Let’s make this summer an elemental one — an ode to earth, air, water, fire. Outdoor concerts, swims in the lake, bonfires, fireflies... A time to consciously enjoy all the sensations of the season — the elements of the natural world that now, more than any other time of year, interact in dynamic relation with each other, radiating life and giving rise to something singular and inexhaustible. Summer is the time to feel a part of that continuous process of birth and destruction from which no thing, as Heraclitus once noted, can escape. A return to our origins. A summer like this can give us the means to grasp and ground of ourselves, to detach our focus from the routines of the rest of the year, to triumph over our egos. It can also offer us an escape — but one that doesn’t require self-desertion or deception.
In his four books on the imaginative elements — earth, air, water, fire — the French philosopher Gaston Bachelard (1884-1962) explored questions of primitive, archetypal, and elemental existence. It was through this work that he committed himself to a poetic mind, free from the constraints of the rational, “in order to study the determinism of the imagination.” According to Bachelard, the imaginative elements “have idealistic laws as certain as experimental laws.” He speaks of “hormones of imagination” that “execute the great syntheses which give a little regularity to the imaginative.” “In particular,” he writes, “imaginative air is the hormone which makes us grow psychically.” Bachelard suggests that what is at stake is a transposition into the outer life of one’s own erotic experience. In Psychoanalysis of Fire (1938), he speculates that archetypal images of fire trace back to the primordial eroticism that gave rise to the discovery and subsequent mastery of fire: humans realized that friction between two bodies generates heat, and thus it was neither leisure nor chance that likely led to the discovery of rubbing flints together to create a spark. Images of fire bring us closer to this ancient eroticism, through which we first discovered fire. But Bachelard’s poetic representations are individual sublimations of collective archetypes, and they depend on the subjectivity of the dreamer: “I dream the world, therefore the world exists as I dream it,” he writes. This, then, explains why, in psychoanalysis, a symbol cannot be ascribed just one meaning. When Jean Cocteau was asked what he would take if his house caught fire and he could only grab one thing, his reply was swift: “The fire, of course!”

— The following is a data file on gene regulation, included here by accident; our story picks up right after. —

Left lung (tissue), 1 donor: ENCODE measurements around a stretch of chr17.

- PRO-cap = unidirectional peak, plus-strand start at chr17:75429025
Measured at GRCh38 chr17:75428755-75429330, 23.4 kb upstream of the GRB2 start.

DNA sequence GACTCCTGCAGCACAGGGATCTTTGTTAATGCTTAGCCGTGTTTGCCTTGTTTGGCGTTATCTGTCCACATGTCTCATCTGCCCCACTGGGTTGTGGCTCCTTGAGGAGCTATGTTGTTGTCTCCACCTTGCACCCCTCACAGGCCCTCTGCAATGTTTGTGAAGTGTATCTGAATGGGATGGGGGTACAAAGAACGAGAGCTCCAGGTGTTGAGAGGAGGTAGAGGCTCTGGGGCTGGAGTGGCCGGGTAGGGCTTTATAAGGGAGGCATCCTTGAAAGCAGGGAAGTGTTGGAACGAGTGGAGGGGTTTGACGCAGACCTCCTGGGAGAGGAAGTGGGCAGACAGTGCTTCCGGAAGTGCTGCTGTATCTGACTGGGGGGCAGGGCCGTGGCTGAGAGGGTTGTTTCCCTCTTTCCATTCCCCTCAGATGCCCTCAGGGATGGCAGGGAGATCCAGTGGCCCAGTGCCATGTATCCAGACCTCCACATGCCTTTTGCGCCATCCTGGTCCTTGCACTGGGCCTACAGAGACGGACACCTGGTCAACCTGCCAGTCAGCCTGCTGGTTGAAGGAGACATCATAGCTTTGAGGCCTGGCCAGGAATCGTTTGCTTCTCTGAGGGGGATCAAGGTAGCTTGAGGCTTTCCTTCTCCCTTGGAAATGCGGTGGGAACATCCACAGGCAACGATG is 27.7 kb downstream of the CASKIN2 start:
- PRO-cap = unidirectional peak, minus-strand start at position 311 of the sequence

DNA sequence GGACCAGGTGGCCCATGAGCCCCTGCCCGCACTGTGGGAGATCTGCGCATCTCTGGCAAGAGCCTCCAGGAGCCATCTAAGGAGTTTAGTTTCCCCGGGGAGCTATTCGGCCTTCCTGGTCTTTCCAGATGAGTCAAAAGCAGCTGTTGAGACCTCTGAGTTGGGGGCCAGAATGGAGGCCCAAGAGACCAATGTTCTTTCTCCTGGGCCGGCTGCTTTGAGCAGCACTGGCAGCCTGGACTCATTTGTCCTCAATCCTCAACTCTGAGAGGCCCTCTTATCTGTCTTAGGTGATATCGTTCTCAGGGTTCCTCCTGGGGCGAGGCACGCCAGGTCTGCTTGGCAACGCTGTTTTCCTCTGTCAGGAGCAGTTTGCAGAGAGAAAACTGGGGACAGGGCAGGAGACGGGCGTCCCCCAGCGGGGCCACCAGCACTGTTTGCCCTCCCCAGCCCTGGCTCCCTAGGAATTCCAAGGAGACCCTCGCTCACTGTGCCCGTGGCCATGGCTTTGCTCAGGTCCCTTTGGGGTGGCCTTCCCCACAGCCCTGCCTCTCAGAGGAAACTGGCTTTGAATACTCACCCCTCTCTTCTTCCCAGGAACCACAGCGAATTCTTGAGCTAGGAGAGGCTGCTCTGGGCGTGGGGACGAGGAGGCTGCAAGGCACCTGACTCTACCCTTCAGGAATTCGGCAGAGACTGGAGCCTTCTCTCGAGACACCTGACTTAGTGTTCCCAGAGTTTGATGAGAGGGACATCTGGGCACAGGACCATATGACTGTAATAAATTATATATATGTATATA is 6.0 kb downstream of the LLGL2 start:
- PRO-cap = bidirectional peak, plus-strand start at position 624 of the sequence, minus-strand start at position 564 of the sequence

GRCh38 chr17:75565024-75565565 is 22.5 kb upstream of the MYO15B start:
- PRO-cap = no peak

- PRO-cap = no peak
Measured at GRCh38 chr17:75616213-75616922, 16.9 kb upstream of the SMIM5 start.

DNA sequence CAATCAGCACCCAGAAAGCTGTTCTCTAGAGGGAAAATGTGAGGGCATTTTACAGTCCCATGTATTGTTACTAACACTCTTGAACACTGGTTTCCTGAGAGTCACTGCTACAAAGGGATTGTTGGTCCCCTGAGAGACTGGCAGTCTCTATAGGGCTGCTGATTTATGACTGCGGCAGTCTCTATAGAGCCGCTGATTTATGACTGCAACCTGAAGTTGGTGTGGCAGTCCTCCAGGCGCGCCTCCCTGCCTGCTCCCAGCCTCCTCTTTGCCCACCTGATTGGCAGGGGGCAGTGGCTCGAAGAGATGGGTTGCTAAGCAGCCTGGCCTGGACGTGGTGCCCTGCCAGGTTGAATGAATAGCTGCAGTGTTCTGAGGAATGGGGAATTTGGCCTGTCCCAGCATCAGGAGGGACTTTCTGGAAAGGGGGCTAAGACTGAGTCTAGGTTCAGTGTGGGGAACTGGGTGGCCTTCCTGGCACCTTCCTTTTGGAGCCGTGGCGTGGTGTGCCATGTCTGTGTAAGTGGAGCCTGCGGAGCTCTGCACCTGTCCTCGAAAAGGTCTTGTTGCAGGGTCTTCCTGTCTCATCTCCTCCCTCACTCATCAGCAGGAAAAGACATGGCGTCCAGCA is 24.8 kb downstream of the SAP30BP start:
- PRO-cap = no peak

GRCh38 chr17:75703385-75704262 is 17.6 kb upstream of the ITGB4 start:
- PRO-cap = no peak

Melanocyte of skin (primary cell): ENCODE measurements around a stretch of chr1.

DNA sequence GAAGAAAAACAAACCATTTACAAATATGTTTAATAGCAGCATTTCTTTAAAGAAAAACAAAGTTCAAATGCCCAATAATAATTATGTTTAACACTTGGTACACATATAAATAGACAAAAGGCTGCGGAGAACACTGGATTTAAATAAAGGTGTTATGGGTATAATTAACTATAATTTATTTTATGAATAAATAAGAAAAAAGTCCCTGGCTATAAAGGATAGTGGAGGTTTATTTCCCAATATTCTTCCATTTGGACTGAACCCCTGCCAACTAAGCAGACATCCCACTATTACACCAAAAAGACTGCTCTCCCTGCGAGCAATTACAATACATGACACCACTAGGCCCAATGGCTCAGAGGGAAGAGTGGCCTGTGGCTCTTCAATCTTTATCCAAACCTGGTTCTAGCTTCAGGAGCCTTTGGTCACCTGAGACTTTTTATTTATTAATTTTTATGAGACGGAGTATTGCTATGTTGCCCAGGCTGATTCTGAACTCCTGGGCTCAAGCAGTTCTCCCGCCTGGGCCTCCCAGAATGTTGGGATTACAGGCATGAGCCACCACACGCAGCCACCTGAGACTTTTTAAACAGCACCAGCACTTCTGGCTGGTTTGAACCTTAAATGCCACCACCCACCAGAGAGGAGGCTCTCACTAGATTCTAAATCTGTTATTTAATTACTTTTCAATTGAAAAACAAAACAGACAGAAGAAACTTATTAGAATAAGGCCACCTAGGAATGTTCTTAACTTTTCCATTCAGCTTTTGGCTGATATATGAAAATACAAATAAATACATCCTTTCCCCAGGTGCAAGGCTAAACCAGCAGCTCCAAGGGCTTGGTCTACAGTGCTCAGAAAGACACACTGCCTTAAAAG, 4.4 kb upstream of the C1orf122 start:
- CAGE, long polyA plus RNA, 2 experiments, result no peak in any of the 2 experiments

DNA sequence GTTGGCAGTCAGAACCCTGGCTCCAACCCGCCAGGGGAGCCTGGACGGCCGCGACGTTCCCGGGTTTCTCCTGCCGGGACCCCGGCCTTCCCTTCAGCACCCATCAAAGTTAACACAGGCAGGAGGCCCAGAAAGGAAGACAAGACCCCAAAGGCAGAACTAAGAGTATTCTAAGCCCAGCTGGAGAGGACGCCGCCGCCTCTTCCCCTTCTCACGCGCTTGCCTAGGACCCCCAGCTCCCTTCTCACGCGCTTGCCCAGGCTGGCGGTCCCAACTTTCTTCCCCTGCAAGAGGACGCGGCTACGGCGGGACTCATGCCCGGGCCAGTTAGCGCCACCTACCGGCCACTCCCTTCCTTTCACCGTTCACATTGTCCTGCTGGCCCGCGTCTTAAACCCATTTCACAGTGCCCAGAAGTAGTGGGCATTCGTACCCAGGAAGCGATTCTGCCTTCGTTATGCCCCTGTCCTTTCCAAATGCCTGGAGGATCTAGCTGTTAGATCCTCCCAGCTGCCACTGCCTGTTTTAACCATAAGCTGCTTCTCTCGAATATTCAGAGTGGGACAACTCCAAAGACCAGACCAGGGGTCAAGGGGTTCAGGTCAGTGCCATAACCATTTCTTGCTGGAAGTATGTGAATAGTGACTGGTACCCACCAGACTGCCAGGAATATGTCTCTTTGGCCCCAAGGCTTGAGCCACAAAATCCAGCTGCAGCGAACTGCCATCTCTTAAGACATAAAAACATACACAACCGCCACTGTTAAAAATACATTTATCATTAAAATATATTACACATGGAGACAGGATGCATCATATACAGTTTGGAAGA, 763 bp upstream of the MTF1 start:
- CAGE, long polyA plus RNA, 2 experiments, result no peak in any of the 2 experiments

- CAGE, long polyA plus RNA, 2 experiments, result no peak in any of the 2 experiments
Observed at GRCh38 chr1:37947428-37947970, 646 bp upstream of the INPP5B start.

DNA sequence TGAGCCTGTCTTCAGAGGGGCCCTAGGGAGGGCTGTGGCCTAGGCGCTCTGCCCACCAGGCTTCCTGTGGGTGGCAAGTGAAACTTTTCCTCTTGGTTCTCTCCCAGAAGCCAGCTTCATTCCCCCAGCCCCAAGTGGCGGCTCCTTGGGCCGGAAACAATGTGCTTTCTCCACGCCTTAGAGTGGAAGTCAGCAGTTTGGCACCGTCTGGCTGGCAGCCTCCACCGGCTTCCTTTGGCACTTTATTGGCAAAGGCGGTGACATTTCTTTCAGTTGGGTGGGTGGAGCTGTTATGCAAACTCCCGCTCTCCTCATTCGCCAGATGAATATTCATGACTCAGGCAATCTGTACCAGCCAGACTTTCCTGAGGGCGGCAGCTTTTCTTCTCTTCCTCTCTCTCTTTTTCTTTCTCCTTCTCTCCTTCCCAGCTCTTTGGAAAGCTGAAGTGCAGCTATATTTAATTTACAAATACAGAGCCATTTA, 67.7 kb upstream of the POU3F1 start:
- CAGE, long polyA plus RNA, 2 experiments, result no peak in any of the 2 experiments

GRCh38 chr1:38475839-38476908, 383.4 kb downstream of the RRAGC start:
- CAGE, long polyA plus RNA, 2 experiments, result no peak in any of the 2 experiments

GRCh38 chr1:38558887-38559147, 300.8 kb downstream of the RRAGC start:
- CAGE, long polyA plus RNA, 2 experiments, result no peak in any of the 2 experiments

We are made up of molecules of air, water and earth. Japanese Canadian ecologist David Suzuki (Vancouver, 87 years old) emphasizes this in his book The Sacred Balance (1997): “We are the air, we are the water, we are the earth, we are the Sun,” he writes. “There is no environment ‘out there’ that is separate from us.” This simple truth powerfully conveys our relationship with the Earth. Suzuki stresses that, in an interconnected world, every action has consequences, and being an integral part of this whole, we have a responsibility to act with restraint to maintain the health and stability of the planet.
It is only because of Western concepts of mind that many of us have become convinced that we live in an interior bounded by our own skin, with everyone and everything else existing on the outside. The place where we spend most of our lives tends to shape what our priorities are, and how we perceive our surroundings: a human-engineered habitat of concrete and glass reinforces the belief that we are outside and above nature. From an eco-psychological perspective, Anita Barrows (Brooklyn, 76 years old) argues that “the place where transitional phenomena occur [...] might be understood, in this new paradigm of the self, to be the permeable membrane that suggests or delineates but does not divide us from the medium in which we exist.” And from this point of departure, she develops the concept of the “ecological self.”
So what, then, are we to do in the face of a reality like climate change? We might try to focus on the positive side of our experience of being alive, and remember that many of our elemental interactions do not prompt disasters. This exercise might serve to heighten our awareness that it is possible to have an enriching and rewarding life without undermining the elements that support and sustain us. We are deeply rooted in, and dependent on, the natural world. The Indigenous philosopher Ailton Krenak (Itabirinha de Mantena, Brazil, 69 years old) drives this point home in his book, Ideas to Postpone the End of the World (2019), when he argues that there is no environment, no surrounding life, only a continuous flow of which we are a product. We live the same existence as all the elements that surround us, and that same life is what animates the planet — we are terrestrial subjects, attempting to live under a different logic than all of our previous ancestral manifestations. But what better time than now — this summer — to acclimate ourselves to our true “ecological self”?
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